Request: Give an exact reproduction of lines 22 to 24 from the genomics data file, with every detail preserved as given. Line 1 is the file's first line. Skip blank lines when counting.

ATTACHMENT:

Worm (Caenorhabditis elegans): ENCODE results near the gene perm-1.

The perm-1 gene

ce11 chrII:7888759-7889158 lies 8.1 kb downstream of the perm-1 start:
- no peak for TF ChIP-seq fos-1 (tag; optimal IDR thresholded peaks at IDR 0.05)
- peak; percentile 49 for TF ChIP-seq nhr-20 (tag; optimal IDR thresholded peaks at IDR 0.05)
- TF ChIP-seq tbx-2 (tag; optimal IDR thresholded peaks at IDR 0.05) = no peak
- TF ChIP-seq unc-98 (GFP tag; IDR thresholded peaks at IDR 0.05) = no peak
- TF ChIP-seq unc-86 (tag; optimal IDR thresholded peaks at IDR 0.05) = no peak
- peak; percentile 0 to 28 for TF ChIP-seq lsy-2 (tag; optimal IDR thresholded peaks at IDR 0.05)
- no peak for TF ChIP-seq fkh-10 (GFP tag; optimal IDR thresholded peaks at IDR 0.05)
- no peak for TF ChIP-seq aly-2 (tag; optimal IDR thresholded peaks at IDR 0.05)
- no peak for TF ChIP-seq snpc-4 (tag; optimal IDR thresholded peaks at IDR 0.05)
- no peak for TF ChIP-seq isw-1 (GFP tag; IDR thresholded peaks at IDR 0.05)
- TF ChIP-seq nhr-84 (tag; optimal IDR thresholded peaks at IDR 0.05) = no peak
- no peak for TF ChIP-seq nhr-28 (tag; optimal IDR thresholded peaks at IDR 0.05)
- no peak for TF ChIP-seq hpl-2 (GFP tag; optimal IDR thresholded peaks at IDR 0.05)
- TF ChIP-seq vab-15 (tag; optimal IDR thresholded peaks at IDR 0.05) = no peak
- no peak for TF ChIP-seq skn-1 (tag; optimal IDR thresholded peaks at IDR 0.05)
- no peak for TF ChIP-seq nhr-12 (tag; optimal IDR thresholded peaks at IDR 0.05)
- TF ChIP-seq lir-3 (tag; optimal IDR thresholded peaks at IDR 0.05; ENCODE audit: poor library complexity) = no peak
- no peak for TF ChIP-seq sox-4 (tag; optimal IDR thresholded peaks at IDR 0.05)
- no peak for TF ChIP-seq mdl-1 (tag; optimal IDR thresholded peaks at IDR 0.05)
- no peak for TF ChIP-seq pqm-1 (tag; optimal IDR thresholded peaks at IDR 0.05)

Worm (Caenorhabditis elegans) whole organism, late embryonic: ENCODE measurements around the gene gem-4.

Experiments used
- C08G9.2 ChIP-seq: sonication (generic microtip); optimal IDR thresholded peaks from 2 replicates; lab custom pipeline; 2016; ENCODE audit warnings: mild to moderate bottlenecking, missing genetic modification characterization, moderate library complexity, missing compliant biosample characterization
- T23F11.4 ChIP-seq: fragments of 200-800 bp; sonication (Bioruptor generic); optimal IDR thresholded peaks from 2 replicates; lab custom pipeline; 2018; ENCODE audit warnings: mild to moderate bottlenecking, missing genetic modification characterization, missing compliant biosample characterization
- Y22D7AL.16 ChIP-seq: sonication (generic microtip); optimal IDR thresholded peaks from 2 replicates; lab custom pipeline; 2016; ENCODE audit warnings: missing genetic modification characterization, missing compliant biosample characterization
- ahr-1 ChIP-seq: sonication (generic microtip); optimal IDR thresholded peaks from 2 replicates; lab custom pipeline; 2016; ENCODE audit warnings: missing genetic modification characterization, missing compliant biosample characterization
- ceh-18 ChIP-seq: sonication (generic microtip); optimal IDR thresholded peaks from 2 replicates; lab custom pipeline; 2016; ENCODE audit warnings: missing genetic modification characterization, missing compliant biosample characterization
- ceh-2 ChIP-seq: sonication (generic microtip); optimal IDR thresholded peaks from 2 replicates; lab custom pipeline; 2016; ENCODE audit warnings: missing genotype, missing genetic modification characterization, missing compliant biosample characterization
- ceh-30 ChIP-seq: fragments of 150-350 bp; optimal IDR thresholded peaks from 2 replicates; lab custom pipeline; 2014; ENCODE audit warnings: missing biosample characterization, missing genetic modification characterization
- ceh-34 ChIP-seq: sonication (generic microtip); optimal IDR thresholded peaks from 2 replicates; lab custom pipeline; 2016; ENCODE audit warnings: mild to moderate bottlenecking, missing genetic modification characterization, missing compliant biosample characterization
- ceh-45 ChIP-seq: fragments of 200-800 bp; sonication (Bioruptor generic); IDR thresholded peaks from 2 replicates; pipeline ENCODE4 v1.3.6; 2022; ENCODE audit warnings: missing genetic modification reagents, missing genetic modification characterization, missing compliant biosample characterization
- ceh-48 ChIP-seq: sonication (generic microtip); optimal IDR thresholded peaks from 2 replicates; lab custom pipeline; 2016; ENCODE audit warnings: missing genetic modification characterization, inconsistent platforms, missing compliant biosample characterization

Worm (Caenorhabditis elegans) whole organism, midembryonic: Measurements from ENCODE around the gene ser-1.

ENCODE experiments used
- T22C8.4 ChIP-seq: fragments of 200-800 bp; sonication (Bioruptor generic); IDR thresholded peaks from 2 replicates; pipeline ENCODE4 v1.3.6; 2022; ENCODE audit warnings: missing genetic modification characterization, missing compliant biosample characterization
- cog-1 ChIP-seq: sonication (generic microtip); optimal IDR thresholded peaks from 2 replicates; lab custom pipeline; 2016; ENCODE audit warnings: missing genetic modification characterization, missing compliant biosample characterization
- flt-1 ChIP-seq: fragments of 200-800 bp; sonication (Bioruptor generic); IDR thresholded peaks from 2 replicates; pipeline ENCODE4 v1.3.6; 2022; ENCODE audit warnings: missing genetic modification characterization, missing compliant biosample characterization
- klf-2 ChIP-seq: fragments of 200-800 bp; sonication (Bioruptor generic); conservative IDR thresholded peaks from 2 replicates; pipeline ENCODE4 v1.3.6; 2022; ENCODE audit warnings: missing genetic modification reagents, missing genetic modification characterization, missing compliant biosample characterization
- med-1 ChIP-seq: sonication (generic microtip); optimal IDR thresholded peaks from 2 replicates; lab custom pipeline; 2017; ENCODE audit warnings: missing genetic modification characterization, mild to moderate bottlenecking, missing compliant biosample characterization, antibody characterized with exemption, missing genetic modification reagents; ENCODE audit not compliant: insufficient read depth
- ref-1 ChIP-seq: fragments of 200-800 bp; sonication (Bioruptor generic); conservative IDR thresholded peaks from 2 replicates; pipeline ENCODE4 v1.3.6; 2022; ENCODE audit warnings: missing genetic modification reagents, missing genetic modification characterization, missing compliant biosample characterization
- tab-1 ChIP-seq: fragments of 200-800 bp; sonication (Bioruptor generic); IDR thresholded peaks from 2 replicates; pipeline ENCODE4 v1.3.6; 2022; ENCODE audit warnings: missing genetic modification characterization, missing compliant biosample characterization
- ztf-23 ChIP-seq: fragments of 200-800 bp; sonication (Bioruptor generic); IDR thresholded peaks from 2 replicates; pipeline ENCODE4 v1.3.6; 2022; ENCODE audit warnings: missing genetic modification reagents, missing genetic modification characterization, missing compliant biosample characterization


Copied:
- no peak for TF ChIP-seq mdl-1 (tag; optimal IDR thresholded peaks at IDR 0.05)
- no peak for TF ChIP-seq pqm-1 (tag; optimal IDR thresholded peaks at IDR 0.05)

Worm (Caenorhabditis elegans) whole organism, late embryonic: ENCODE measurements around the gene gem-4.